Lisa Jacobson’s latest book The Sunlit Zone (Five Islands Press, 2012) certainly achieves this accessibility, and yet, as her everyday characters confront both the mythical and the scientific implications of a futuristic lifestyle, the poet extends the verse novel into interesting new territory.
The story opens in 2050 with thirty-year-old North (the narrator) witnessing yet another rescue operation for a whale beached outside her home in Angler’s Bay:
The whale’s eye, dark as a lake and sorrowful. Everything stops. Even the waves cease muttering and all is still. The eye empties as if a plug’s been pulled. (14)
The death of this whale triggers a series of recollections for North, of her childhood, including memories of her twin sister Finn, who disappeared at sea as a teenager. North’s first ‘flashback’ tells the story of their conception in 2020, the details offered as if now part of family folklore:
Flora and Richard were pissed, stumbling out of the Wharf Hotel on a warm night in October. […] Euphoric with wine and the stars, she drew him up beside her and slowly let him in. (15)
Flora’s unusual craving for kelp during her pregnancy is described with subtle poignancy:
Salt drove my mother from the house and out along the tensile wall that held the sea’s hard logic back. (19)
The regular iambic rhythms provide a musical, fairytale impression, reminiscent of early Yeats, which is not surprising considering the mythical air that pervades Jacobson’s narrative. Presentiments of an unusual, ‘oceanic’ offspring persist:
In the new year, Flora sensed inside a fish-like quickening. By April she felt rapid kicks. Her belly swelled into a globe, perfect as a near-full moon. (20)
When Finn is finally born, she is wrapped in a ‘furry caul/ with a sleek seal shine’ (21), and also has webbed feet, gills and a rapid heartbeat. North is born shortly afterwards, without any of her sister’s curious features. As the story progresses we see Finn grow into a strange and simple-minded adolescent, and North attempting to negotiate life beside her peculiar sister.
Through Finn, Jacobson alludes to the mythical selkie – the part-human, part-seal who figured in Irish, Scottish and Icelandic mythology. The myth tells that the selkie would shed his or her seal skin in order to become human. However, as we see with Finn, the ocean beckons constantly for their return.
But the explanation for Finn’s abnormalities could be unsettlingly closer to a real possibility, as The Sunlit Zone presents a more than plausible future world. Futuristic devices abound – skinfones, Laser Waves, Pedal Flutes and robotic house cleaners demonstrate a rampant progression in technological gadgetry. Also, designer embryos make it possible for people to select their child’s features and their future talents. But any benefits these innovations may have are offset by escalated environmental issues: this future world is reliant upon desalination plants, Water Police arrest those who use more water than their quota, and carbon counters restrict household use of fossil fuels. Animal species have become extinct, replaced by GM replicas. So, while we like to turn to the mysterious and magical to explain unusual phenomena, Finn could very likely be suffering the effects of such an artificially enhanced environment.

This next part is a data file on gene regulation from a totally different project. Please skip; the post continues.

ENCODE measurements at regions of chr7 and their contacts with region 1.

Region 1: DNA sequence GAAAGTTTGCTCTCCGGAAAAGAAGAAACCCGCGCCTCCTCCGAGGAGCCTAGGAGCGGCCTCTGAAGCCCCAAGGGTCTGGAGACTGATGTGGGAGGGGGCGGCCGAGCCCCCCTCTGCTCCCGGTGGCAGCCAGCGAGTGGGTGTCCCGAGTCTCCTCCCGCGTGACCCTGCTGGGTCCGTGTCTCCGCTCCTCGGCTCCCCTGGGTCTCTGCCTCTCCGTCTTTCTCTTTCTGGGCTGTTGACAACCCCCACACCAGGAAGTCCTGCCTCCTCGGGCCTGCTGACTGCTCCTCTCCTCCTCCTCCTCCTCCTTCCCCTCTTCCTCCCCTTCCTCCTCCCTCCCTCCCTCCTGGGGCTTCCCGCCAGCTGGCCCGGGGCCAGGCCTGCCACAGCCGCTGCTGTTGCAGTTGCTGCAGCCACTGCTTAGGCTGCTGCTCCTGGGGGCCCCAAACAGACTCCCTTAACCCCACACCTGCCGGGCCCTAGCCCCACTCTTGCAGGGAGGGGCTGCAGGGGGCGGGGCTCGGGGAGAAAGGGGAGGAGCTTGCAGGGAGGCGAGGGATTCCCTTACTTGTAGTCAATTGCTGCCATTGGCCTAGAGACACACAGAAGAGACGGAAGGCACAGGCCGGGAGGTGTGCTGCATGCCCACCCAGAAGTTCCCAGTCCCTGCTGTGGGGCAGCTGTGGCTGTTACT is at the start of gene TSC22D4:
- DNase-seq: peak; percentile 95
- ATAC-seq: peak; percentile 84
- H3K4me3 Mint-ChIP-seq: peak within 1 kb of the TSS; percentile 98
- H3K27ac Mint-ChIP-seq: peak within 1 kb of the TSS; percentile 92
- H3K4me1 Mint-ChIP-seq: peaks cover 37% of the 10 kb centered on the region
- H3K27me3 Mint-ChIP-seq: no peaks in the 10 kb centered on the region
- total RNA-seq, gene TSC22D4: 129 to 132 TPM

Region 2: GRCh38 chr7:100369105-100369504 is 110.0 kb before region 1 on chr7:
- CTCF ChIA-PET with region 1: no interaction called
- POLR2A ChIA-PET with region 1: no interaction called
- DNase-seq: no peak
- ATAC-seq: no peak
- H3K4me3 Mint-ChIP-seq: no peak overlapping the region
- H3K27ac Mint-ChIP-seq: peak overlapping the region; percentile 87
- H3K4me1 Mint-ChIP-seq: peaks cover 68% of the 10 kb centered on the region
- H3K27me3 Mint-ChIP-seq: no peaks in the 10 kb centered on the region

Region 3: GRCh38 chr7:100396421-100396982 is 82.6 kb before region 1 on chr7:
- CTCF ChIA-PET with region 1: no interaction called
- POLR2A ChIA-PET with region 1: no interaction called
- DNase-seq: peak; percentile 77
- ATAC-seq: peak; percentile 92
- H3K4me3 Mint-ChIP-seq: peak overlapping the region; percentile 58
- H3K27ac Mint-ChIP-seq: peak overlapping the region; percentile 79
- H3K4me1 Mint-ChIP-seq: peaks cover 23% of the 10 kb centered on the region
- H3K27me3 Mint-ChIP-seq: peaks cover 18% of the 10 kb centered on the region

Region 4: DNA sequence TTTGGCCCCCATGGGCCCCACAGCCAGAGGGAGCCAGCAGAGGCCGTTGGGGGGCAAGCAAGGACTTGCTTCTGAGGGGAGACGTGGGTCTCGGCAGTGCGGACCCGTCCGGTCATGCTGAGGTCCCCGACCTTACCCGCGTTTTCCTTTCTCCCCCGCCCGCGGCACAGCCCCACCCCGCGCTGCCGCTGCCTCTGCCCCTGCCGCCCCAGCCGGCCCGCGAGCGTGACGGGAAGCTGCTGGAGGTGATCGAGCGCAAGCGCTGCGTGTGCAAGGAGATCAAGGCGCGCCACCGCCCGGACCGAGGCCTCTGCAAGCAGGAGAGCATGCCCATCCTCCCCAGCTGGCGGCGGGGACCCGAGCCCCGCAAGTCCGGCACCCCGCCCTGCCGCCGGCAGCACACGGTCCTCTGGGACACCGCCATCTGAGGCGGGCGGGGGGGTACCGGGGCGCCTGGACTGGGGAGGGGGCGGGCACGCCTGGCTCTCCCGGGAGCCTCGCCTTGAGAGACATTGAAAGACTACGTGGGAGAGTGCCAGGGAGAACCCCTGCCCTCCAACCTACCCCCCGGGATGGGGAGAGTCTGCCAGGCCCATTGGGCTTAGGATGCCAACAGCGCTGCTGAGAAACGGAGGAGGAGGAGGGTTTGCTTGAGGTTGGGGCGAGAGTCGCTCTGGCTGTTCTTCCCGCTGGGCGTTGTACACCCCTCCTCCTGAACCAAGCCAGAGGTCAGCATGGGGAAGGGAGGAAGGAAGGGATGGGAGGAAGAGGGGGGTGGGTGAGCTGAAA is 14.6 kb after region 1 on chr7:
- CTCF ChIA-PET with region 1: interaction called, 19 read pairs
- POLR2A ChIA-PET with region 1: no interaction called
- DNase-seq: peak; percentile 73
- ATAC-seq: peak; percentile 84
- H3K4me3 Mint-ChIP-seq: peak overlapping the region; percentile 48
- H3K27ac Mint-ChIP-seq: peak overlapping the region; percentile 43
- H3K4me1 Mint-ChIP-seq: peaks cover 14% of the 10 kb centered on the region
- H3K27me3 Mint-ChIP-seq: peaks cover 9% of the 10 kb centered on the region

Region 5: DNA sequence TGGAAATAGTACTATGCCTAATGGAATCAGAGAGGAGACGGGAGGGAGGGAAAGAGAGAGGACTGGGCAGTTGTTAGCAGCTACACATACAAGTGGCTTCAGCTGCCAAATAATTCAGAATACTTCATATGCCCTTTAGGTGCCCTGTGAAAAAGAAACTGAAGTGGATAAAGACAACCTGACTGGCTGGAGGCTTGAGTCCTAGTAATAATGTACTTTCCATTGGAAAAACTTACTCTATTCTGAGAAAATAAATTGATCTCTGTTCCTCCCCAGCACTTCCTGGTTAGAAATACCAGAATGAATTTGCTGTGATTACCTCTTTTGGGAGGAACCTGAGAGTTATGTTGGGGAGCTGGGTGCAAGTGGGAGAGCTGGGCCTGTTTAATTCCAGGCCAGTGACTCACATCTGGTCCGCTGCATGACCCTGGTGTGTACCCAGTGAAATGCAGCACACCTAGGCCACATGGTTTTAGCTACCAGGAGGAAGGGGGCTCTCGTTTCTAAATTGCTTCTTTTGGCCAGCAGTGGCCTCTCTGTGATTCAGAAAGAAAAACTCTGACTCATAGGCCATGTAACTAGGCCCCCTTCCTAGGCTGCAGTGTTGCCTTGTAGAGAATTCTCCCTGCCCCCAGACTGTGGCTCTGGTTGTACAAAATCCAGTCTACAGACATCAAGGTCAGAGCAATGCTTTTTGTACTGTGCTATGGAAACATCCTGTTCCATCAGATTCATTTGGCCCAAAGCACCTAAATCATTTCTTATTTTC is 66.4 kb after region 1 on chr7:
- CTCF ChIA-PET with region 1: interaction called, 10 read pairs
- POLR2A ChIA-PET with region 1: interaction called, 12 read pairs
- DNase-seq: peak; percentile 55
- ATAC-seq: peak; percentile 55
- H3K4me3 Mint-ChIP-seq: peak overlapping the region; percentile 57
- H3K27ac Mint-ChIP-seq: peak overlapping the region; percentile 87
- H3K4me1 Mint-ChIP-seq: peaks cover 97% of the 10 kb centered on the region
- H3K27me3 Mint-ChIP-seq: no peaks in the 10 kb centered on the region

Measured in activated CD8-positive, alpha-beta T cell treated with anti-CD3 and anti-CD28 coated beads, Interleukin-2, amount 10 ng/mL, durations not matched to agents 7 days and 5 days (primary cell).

Indeed, the success of The Sunlit Zone resides in the way that the poet meets this pull – between the mythical past and the scientifically adapted future – with the writing itself. That is, Jacobson collides traditional poetic techniques (rhyme – as slant or occasional rhyme; metrical patterns) with colloquial expressions and futuristic slang (e.g. characters ‘cybe’ each other on skinfones). It is a deliberate and unsettling clash that concurrently harks back to the bardic tradition and signals toward the language of a believable future, besieged by the technological and the artificial. This work holds the magical and the scientific in a constant state of tension, and we oscillate between both possibilities.
In fact, the poetry of The Sunlit Zone is so lucid and evocative that the epigraphs preceding each section seem unnecessary. These quotes, lifted from a wide range of sources including The Bible, Arnold, Wordsworth, Rilke, T.S. Eliot and Mary Oliver, tend to force the emotion of the narrative. It is as if there are too many voices in the broth, each offering their two cents on the themes of loss, longing and belonging, suggesting an anxiety that we must acknowledge our literary forebears. Nevertheless, Jacobson’s narrative grips us as North guides the reader through her most vivid experiences of loss:
The boat’s rim dug into my arm. Metal cut through skin. Finn’s gills flapped inconsolably, her lips were bloodless, unmoving, but her eyes were lit up from within. (93)
Such visceral imagery identifies a physical pain that foreshadows North’s psychological suffering over this loss, and her guilt at being unable to keep her sister safe. But Finn’s eyes, enlivened by the ocean, leave us hopeful that those we lose may live on in some other, non-human form. Through storytelling, North learns to let go of the past, proving the resilience of the human spirit and that all grief must eventually give way to acceptance: ‘Everything flows. The world is fluid/ and sunlit’ (163).
The Sunlit Zone is an engaging and enjoyable read; with a language as lively as the pounding waves that figure so prominently throughout the story, this is a book that appreciates the complexity of human emotions and the difficulties encountered when we try to express and understand them. Jacobson elegantly attests to the power of verse to move us to unexpected depths as she illuminates the rhythmic undercurrents shifting beneath mere communication of story.